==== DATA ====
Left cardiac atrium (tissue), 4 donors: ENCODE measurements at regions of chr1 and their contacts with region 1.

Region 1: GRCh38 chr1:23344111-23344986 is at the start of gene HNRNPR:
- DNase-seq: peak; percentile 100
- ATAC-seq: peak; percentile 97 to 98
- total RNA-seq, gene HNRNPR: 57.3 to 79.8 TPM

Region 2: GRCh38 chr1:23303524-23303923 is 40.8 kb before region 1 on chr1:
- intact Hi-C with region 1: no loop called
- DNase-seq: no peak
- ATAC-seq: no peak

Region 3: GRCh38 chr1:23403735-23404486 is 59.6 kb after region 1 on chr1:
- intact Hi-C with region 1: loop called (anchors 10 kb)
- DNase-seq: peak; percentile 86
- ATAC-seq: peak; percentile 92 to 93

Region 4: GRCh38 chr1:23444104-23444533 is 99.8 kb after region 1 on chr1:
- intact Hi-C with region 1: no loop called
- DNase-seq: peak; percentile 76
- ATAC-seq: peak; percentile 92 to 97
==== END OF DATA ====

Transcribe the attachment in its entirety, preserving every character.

Left cardiac atrium (tissue), 4 donors: ENCODE measurements at regions of chr1 and their contacts with region 1.

Region 1: GRCh38 chr1:23344111-23344986 is at the start of gene HNRNPR:
- DNase-seq: peak; percentile 100
- ATAC-seq: peak; percentile 97 to 98
- total RNA-seq, gene HNRNPR: 57.3 to 79.8 TPM

Region 2: GRCh38 chr1:23303524-23303923 is 40.8 kb before region 1 on chr1:
- intact Hi-C with region 1: no loop called
- DNase-seq: no peak
- ATAC-seq: no peak

Region 3: GRCh38 chr1:23403735-23404486 is 59.6 kb after region 1 on chr1:
- intact Hi-C with region 1: loop called (anchors 10 kb)
- DNase-seq: peak; percentile 86
- ATAC-seq: peak; percentile 92 to 93

Region 4: GRCh38 chr1:23444104-23444533 is 99.8 kb after region 1 on chr1:
- intact Hi-C with region 1: no loop called
- DNase-seq: peak; percentile 76
- ATAC-seq: peak; percentile 92 to 97